Friday, November 30, 2001 @ 2:30 PM
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This is a bizarre album from an even more bizarre collection of artists. The Last Hard Men was a short-lived group formed by frontman Sebastian Bach after the demise of Skid Row and featuring fellow musicians on the skids Kelley Deal (Breeders), Jimmy Chamberlin (Smashing Pumpkins) and Frogs guitarist Jimmy Flemion. Sound weird? It is. The band’s one and only album was recorded in 1997 but has been collecting dust on the shelves ever since and only now is seeing the light of day through Spitfire. The only commercial output the band ever made until this was a cover of “School’s Out” on the Scream soundtrack. So after such a long wait, is this sort-of super group really worth all the salivating? Ummm…well...
I gotta say, this album is among the most inconsistent releases I have ever heard in my life! Every single track sounds completely different from the last, and not in a cool, diverse, artsy kinda way either. Basically, half of this sounds like Breeders style alterna-pop and the other half sounds like later-day Skid Row, all heavy and no hooks. “Sleep” starts things off in a Pantera kinda way with Bach screaming his nuts out over some detuned riffing. Then we get the Cooper cover that, the way they do it, is just wrong. Deal sings lead vocals on the title track, which sounds about as outta place on a Bach-affiliated album as one could possibly imagine. Go make a mix tape with the Skid's “Frozen” and some Bjork and you’ll get the idea. Intercut between songs are distorted interviews with each band member where you can’t make out a word of what the hell anyone is talking about. What the hell is going on here????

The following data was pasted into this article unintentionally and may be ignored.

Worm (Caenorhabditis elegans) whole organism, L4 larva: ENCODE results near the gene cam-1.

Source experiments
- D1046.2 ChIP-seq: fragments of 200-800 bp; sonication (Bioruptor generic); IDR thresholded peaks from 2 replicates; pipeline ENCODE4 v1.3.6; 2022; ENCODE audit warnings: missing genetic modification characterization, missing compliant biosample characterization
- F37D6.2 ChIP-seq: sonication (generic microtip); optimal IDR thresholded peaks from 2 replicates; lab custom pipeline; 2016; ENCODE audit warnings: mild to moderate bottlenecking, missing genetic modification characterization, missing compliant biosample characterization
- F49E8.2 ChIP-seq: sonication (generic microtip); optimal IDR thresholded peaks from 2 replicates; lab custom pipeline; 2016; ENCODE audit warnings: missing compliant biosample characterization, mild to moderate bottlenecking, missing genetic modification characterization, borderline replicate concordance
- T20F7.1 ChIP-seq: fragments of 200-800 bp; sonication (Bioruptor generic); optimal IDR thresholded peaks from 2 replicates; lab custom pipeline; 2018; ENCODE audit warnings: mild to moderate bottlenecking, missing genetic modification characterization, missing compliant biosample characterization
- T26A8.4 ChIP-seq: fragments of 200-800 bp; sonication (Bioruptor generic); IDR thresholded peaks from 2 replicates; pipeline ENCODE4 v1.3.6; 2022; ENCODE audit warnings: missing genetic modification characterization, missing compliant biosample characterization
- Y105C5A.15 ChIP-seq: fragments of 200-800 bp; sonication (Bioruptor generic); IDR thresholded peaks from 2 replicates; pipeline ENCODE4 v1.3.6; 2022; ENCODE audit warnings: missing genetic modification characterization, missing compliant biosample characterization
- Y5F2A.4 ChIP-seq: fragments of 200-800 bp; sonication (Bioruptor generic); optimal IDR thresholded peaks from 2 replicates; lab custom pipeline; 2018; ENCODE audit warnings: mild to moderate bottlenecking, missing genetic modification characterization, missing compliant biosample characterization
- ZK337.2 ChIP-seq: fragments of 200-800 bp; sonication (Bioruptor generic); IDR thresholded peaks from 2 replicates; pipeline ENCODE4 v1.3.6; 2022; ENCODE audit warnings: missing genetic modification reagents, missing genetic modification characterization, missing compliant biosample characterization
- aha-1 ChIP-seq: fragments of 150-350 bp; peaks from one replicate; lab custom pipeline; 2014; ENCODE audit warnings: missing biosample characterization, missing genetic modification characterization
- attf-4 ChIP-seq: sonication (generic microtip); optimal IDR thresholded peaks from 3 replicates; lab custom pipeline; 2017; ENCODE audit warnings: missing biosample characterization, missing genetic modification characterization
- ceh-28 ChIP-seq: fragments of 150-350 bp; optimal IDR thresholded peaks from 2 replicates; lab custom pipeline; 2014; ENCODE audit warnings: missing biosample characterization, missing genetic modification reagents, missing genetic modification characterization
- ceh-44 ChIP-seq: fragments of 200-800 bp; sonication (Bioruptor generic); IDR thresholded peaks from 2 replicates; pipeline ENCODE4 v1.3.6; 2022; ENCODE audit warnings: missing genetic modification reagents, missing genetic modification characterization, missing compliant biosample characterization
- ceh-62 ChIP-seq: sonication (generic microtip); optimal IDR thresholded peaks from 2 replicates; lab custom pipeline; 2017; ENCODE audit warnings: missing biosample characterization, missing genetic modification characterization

I know that this musta seemed like a good idea at the time, but most things do after the fifth bong hit. I guess for Bach this gives him a bit of artistic credibility, while for Deal this provides some much needed rock stripes. But for the audience it’s just a big fat question mark.